In recent weeks, total Quick Service sales are now positive across the country and have surpassed pre-COVID levels in all regions except the Northeast.
As Quick Service has recovered, the areas driving that improvement have been:
- The rebound of Sandwich and Coffee channels,
- The continued strong performance of Chicken and Burger,
- Sustaining high check size growth, even as transaction volume increases, and
- Improvements at breakfast and with core value-conscious consumer segments.
Read on for a deep dive analysis of Quick Service Restaurant consumer behavior.
Why are consumers choosing restaurants?
As COVID has progressed, craving/comfort drivers are becoming more and more important, likely due to pantry fatigue and a desire for some sense of normalcy. Consumers are also looking at service and accessibility levels when choosing restaurants.
How much are consumers spending on restaurant channels?
When looking at consumers' share of wallet in the Quick Service channel, the top-performing category in recent weeks has been the Chicken market, which includes brands like Chick-fil-A and Popeyes. Chicken QSR brands are now exceeding their pre-COVID performance in Q1 when it comes to share of wallet.
The Coffee and Sandwich sub-channels, which were hit hardest during the peak COVID period in late March and early April, have seen the biggest recovery in recent weeks. They're actually up in terms of total spend YOY in recent weeks.
Workers are going back to the office, which is good news for restaurants
Surveys show that for the second week in a row, 63% of full-time workers are actually going into the office as opposed to working from home.
At its lowest point back in April, only 55% of full-time employed workers were commuting into the office, so this means there is a significant improvement in commuter breakfast and working lunch occasions for restaurants.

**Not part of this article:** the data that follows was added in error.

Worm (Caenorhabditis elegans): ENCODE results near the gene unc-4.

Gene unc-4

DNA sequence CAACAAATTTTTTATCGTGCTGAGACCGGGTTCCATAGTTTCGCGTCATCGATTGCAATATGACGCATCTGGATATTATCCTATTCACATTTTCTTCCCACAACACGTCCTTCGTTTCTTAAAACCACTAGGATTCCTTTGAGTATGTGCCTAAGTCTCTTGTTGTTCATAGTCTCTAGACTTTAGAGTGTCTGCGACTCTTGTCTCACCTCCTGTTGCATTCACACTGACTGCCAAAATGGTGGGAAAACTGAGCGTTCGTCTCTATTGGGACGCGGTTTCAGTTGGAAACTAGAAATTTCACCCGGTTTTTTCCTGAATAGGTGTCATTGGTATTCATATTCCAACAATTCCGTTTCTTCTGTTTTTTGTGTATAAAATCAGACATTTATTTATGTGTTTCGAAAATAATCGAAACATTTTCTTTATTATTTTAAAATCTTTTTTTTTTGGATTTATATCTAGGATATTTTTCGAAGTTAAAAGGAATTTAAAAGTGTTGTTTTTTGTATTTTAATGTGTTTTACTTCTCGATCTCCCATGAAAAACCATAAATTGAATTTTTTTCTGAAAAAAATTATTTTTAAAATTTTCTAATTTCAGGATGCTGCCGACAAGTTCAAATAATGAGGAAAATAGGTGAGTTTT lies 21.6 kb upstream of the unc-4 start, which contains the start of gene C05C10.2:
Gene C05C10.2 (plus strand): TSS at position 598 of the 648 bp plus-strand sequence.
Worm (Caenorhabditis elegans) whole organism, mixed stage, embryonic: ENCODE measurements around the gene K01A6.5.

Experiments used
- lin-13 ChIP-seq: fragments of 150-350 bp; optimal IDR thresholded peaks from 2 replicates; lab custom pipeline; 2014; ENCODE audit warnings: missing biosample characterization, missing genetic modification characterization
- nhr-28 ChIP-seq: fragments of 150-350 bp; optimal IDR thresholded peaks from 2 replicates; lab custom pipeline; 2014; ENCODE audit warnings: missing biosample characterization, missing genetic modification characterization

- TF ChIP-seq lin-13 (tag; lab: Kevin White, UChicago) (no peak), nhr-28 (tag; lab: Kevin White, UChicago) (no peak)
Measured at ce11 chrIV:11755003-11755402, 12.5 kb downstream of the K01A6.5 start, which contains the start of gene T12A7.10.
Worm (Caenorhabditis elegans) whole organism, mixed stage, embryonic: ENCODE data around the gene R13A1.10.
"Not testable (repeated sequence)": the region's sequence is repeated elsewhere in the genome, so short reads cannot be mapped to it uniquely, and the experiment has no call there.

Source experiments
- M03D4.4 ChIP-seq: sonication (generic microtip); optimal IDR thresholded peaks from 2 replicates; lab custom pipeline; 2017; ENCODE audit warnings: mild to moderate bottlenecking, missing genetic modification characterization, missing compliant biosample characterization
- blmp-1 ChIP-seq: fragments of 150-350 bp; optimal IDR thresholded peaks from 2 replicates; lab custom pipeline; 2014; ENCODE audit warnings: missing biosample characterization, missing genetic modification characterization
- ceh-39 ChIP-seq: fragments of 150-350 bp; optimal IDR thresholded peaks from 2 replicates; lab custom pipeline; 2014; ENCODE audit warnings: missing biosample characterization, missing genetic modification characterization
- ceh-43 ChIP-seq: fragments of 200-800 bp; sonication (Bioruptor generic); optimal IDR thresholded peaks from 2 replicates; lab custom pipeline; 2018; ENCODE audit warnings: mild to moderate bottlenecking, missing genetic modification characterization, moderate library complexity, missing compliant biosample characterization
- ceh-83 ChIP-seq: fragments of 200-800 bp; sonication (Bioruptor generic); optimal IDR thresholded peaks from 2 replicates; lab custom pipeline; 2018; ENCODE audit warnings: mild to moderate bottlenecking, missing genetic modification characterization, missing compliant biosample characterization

Consumer QSR spending has improved the most in the Northeast region
When looking at our credit/debit card panel of 6M consumers, we see that spend per capita on QSR restaurants is officially up year over year in the most recent period of mid-July and early August. QSR spend per capita is up year over year in all regions of the country, but is currently highest in the Midwest.
QSRs in the Northeast were hit hardest and saw the greatest declines in consumer spending during peak COVID. Since then, the Northeast has also seen the largest recovery, but currently has the lowest YoY spend per capita out of all four regions.
QSR sales performance during COVID
Total QSR sales took a big hit in late March, mostly driven by fewer transactions. However, check size increased and has stayed fairly high. Simultaneously, transaction volume has recovered in the last few months and is now almost flat year over year.
Recovery has also been driven by the Breakfast daypart, which has seen an increase in share of visits as lockdowns began to lift and consumers returned to their work commutes. Late Night continues to be the hardest-hit daypart for share of visits, and has not seen much of a recovery.
Who is driving QSR's improved performance?
The consumer segments that are trending upward in their QSR visitation are those that skew toward Value-consciousness - the core QSR consumer. Meanwhile, consumer segments that skew toward Premium tastes are trending downward in their QSR visitation.
Which QSR brands are performing best in terms of consumer spending?
In terms of direct first-party sales, the brands that have seen the biggest increase in spend per capita year over year are Sonic Drive-In and Popeyes Louisiana Chicken, with huge double-digit increases over 2019 spending.
Other brands have made a significant recovery since their lowest point during peak COVID - brands like Starbucks, Subway, Dairy Queen, and Wendy's have made the biggest comeback in recent months.
When it comes to third-party delivery spending, McDonald's is leading the pack in terms of market share on DoorDash. Coming in at a distant second is Wendy's, then Popeyes and Taco Bell.
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